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Lawbite: Just a soul whose intentions are good … but conditional?

  • United Kingdom
  • Litigation and dispute management

05-12-2018

S Franses Limited (Appellant) v The Cavendish Hotel (London) Limited (Respondent) [2018] UKSC 62

The Supreme Court has issued its decision on a much awaited case involving a landlord’s  Scheme of works deliberately devised to prevent the grant of a new tenancy under the Landlord & Tenant Act 1954 (“the Act”).

The Act automatically entitles business tenants to renew their leases when their current tenancy comes to an end. Landlords are only entitled to object on certain specified statutory grounds. One commonly used is Ground 30(1)(f) of the Act (often referred to as “the redevelopment ground” or “ground f”) which requires the landlord to show that it intends to demolish or reconstruct the premises being let at the end of the tenancy.

In this case the landlord (Cavendish) had deliberately devised a scheme of works for the sole purpose of establishing reliance on the redevelopment ground.  The scheme cost c.£700,000, had no commercial or practical utility, made little financial sense and would render the premises previously let to the tenant (Franses) unusable without planning permission for change of use. Cavendish openly admitted that it only intended to carry out the works if the Court ruled in its favour. Franses’s argument (amongst others) was that Cavendish was utilising the Act to subvert the protection afforded to business tenants.

The High Court (on appeal from the County Court) had held that such a scheme was valid as Cavendish had satisfied the requirement to show a “firm, settled and unconditional” intention to carry out the works.  The Court reaffirmed that the landlord’s motives for the works are irrelevant and no new tenancy was granted. However, Franses appealed again and, given the significance of the issue, was granted a certificate for a “so called leapfrog” appeal to the Supreme Court, bypassing the Court of Appeal.

Franses appealed on 8 grounds and the Court decided that the appeal should proceed on two of those grounds which  turned on the issue of whether the landlord has sufficient intention where:

  1. it intends to carry out works if, and only if, those works are necessary to satisfy s 30(1)(f), and which offers an undertaking to carry out those works in the form of the undertaking given by the landlord,
  2. its sole or predominant commercial objective is to undertake works in order to fulfil ground (f) and thereby avoid the grant of a new lease to the tenant, and which offers an undertaking to carry out those works in the form of the undertaking given.

Overturning the decision of the High Court the Supreme Court focused not on the motive or purpose of the landlord but rather on the nature or quality of the intention.  In this case, as admitted by the landlord, the intention to carry out the work was wholly conditional upon being necessary to get the tenant out. Had the tenant decided to leave voluntarily, say, upon receiving the schedule of works proposed to be carried out by the landlord, the landlord would not have carried out the works.  The Court asked itself whether this conditional intention would satisfy ground (f) and decided that in this case it did not.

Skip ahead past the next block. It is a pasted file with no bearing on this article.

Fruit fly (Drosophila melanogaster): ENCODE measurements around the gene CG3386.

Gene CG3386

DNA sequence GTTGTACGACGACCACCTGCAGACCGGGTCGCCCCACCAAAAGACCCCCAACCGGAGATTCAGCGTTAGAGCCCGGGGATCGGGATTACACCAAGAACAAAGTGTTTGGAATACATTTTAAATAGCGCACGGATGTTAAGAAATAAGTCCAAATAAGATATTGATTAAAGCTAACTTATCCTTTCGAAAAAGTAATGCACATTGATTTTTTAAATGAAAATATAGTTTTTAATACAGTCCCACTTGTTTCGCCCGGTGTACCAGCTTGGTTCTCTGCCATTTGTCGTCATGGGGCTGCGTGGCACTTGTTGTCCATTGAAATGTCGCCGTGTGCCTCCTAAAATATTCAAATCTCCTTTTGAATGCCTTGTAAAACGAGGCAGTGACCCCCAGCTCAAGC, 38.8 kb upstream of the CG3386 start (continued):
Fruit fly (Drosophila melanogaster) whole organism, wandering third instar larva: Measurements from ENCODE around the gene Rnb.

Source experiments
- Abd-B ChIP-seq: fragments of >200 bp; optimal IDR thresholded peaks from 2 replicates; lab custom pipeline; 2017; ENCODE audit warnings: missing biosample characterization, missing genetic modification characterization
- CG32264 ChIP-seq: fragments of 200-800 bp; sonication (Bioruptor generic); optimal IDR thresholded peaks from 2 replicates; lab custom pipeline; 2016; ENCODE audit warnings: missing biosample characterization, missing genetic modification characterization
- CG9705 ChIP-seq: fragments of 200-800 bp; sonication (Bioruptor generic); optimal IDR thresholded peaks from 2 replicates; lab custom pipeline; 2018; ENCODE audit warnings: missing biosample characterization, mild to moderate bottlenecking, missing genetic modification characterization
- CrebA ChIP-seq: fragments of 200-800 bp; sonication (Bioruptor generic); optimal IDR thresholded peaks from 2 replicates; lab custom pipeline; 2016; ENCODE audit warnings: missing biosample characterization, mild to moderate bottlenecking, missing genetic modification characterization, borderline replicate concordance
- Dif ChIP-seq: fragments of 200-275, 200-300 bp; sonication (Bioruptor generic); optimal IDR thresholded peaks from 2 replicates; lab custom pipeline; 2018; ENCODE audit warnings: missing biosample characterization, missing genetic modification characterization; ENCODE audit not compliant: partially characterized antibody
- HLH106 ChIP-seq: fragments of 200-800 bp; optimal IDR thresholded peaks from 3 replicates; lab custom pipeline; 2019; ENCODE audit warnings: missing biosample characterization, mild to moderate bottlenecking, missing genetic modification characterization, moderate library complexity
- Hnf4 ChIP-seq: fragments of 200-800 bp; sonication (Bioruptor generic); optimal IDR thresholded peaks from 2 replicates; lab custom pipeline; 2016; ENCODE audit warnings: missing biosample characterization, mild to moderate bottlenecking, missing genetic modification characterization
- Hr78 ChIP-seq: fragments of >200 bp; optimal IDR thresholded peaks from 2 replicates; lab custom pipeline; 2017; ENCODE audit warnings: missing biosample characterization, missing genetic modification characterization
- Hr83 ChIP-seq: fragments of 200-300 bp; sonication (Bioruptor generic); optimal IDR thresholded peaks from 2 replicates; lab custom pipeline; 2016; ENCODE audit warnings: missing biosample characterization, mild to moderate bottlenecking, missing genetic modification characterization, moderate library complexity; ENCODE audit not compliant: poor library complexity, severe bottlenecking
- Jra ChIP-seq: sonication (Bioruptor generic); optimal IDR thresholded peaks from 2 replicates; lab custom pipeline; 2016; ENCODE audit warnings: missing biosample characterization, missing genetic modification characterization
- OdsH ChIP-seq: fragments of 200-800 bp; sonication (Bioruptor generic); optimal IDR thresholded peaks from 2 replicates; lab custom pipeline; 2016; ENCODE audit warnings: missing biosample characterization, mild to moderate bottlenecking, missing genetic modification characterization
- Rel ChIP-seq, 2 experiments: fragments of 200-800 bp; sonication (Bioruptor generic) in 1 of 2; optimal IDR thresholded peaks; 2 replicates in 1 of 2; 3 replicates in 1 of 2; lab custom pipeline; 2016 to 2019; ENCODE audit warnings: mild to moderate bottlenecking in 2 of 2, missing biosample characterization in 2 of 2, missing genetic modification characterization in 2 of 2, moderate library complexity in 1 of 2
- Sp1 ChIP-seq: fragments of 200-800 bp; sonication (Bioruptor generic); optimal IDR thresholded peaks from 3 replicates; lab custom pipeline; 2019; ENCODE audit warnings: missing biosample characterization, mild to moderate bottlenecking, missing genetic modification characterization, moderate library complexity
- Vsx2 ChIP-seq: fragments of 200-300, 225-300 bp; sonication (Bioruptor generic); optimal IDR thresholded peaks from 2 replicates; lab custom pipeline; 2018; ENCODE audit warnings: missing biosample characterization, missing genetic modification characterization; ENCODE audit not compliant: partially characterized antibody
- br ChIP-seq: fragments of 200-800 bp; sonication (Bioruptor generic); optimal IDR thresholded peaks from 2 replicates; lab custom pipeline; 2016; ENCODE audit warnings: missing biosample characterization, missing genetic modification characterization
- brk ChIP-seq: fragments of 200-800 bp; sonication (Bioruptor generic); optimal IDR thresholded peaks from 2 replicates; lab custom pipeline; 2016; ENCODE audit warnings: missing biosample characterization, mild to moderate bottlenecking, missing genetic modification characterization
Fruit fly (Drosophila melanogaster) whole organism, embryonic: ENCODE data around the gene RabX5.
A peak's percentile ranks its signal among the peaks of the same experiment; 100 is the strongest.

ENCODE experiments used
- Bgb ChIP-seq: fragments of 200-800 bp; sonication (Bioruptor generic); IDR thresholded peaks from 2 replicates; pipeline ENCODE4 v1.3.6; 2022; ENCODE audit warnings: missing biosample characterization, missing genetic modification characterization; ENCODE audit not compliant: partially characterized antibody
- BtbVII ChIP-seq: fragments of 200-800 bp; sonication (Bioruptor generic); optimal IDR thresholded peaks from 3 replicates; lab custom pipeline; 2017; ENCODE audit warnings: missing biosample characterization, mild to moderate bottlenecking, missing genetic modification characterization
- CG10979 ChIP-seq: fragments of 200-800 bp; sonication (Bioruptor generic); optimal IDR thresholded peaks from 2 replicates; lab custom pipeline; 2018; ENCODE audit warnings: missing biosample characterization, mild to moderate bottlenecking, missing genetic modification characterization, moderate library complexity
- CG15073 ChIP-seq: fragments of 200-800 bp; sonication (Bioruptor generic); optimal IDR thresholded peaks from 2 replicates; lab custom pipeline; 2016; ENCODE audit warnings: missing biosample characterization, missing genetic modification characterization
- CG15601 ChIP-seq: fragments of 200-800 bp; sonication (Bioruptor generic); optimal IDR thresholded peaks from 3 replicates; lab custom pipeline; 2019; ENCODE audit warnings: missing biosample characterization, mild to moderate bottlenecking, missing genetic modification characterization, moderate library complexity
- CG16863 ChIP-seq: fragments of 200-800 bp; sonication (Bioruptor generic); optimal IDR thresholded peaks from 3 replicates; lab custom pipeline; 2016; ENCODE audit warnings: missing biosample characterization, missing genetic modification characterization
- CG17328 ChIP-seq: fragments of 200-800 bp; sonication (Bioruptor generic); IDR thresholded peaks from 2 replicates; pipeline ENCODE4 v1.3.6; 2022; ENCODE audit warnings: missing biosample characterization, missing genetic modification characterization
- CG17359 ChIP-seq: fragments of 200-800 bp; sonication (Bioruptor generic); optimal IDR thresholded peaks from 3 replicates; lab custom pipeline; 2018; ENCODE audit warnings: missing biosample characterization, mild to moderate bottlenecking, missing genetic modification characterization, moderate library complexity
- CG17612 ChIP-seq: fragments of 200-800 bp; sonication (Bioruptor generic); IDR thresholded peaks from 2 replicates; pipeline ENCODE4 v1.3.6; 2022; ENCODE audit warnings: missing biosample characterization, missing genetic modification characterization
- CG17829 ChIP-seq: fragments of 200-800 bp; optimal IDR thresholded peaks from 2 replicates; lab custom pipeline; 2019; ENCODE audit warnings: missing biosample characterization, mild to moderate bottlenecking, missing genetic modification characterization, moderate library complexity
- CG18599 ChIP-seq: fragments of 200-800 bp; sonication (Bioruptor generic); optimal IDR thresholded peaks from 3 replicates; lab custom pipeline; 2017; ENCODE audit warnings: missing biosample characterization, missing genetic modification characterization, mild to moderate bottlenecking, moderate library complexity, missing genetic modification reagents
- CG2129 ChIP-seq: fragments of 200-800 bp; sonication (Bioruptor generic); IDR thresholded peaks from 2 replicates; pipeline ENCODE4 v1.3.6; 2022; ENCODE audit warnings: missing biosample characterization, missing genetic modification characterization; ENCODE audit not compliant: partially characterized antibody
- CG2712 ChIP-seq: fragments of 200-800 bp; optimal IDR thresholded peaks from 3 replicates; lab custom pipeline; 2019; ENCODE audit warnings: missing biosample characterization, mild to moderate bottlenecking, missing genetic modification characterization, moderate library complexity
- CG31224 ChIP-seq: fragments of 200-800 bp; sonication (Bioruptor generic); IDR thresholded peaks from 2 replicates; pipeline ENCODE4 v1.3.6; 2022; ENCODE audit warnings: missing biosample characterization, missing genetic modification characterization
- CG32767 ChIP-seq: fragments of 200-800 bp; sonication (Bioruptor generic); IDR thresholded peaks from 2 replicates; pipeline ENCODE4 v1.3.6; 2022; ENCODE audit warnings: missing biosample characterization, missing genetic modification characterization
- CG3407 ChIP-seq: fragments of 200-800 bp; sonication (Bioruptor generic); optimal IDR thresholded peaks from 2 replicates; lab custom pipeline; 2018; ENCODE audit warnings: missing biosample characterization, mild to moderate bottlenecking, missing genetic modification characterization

Lord Sumption stated that by its very nature a conditional intention is not the fixed and settled intention that ground (f) requires.  He went on to say (and this was accepted by Lord Briggs in his judgment) that “The acid test is whether the landlord would intend to do the same works if the tenant left voluntarily”.

The court accepted that the authorities establish that the question of whether the landlord has the requisite intention has to be determined as at the time of the hearing.  This position remains the case.  Lord Briggs addressed the perceived potential difficulties in assessing conditionality of intention at the hearing date by suggesting that a more forensic examination of the landlord’s purpose or motive behind that intention might be necessary rather than relying on undertakings to the court by the landlord to carry out the works if a new tenancy is refused,  The purpose of this assessment being to enable the court to decide whether the landlord would have done the relevant works if the tenant had left voluntarily.

Key points

  • A fact specific case which demonstrates that a landlord who wanted to obtain vacant possession of premises at the end of a tenant’s lease was not  able to devise a package of works for the sole purpose of doing so
  • The Court accepted that the matter would be complicated where a landlord intended to carry out only parts of a scheme of works whether or not it was necessary to do so, but other parts only if it was necessary in order to gain possession.  It stated that in those circumstances it would only be those works the landlord intended to carry out regardless which the court should take into account.  This may make such cases more lengthy and costly but is necessary to give effect to the intention of Parliament
  • Well advised landlords will ensure that their commitment to carry out the works is apparent from the outset and that it is evident that the works will be carried out whether or not the tenant voluntarily departs
  • Whilst it did not alter the decision for this landlord the Supreme Court did helpfully accept the landlord’s argument that the landlord’s purpose or motive are irrelevant except for the purpose of testing whether a firm and settled intention exists
  • had the landlord been successful the Act still requires that a tenant is paid statutory compensation by their landlord if they successfully oppose the grant of a new tenancy. This compensation amounts to either the rateable value of the premises, or double the rateable value if the tenant or a successor to the tenant’s business has been in occupation for longer than 14 years